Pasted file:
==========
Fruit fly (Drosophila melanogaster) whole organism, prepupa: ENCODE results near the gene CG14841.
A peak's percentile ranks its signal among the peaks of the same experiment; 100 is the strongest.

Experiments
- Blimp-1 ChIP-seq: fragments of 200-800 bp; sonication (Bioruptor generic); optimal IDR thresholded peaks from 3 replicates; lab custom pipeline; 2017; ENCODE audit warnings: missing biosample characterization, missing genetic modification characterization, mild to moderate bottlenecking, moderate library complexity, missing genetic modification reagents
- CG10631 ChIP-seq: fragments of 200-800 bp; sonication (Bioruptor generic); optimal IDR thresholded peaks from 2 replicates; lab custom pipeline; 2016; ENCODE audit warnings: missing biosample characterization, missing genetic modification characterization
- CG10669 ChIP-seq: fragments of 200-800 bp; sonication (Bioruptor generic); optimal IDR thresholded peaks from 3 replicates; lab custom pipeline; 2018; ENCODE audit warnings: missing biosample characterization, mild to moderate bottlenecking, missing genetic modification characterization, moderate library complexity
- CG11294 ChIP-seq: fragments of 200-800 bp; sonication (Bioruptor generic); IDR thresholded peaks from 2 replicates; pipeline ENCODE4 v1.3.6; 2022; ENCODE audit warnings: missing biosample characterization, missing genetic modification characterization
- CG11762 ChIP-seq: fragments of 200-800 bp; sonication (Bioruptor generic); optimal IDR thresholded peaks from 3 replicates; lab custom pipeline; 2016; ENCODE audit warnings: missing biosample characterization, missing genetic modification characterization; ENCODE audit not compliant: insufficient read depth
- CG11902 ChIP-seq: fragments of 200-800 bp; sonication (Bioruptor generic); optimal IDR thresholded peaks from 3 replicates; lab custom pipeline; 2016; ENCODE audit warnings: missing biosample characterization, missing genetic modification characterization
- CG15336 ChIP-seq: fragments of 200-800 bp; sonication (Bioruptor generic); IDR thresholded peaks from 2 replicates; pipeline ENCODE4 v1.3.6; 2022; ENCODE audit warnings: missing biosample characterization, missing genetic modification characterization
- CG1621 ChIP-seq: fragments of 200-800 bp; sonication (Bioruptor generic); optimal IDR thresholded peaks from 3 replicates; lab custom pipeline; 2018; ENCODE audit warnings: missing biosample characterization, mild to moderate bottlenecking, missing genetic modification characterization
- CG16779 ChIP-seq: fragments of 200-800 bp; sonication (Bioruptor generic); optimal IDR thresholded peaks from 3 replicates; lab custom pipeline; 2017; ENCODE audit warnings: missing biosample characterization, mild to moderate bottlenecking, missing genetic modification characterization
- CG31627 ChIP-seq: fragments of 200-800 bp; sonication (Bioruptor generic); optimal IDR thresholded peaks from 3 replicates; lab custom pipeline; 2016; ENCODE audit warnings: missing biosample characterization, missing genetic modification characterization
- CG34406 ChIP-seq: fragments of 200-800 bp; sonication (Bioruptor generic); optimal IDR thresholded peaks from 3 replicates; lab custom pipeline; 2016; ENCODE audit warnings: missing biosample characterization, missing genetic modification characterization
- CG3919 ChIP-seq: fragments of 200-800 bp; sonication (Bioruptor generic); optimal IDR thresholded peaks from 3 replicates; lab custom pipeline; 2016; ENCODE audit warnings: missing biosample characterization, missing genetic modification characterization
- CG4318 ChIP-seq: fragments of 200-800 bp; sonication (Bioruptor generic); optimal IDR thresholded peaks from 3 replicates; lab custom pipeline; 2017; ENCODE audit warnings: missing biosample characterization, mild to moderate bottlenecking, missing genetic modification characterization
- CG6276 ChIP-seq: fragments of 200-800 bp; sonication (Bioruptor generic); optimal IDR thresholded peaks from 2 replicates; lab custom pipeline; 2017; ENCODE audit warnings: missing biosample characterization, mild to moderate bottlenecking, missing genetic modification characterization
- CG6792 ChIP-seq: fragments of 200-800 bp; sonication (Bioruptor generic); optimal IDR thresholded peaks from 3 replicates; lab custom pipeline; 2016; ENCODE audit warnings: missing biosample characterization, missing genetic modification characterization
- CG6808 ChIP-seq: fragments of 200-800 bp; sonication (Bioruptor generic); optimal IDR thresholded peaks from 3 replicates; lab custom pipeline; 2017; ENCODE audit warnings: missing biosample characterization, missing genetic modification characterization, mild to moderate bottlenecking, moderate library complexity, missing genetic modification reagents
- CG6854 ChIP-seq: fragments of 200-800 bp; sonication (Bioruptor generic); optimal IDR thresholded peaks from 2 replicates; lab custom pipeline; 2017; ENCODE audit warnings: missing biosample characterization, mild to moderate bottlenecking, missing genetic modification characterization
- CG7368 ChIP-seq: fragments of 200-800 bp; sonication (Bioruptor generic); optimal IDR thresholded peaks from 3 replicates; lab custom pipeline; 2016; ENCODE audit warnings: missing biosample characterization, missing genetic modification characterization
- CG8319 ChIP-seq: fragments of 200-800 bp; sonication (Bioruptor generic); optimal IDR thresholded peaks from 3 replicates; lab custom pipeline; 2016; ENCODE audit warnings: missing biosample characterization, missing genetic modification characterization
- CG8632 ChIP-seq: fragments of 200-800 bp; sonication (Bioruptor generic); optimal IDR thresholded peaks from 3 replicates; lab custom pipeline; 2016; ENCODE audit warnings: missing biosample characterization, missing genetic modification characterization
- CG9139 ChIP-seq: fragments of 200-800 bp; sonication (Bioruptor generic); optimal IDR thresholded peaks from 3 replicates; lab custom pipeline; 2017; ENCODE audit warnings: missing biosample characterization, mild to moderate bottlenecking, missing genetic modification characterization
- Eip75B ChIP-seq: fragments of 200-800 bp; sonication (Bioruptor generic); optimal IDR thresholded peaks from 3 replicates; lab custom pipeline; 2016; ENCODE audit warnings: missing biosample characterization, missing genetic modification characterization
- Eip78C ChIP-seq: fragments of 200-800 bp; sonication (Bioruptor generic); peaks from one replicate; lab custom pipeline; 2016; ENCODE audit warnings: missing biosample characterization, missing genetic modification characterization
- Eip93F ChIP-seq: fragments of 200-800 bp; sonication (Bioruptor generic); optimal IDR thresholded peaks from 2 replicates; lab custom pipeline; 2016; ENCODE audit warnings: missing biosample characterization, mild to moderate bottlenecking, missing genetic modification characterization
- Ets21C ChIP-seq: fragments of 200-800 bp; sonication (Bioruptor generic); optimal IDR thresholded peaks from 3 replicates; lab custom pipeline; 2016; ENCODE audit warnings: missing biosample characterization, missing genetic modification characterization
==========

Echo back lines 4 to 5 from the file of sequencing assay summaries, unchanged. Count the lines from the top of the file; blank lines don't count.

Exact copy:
- Blimp-1 ChIP-seq: fragments of 200-800 bp; sonication (Bioruptor generic); optimal IDR thresholded peaks from 3 replicates; lab custom pipeline; 2017; ENCODE audit warnings: missing biosample characterization, missing genetic modification characterization, mild to moderate bottlenecking, moderate library complexity, missing genetic modification reagents
- CG10631 ChIP-seq: fragments of 200-800 bp; sonication (Bioruptor generic); optimal IDR thresholded peaks from 2 replicates; lab custom pipeline; 2016; ENCODE audit warnings: missing biosample characterization, missing genetic modification characterization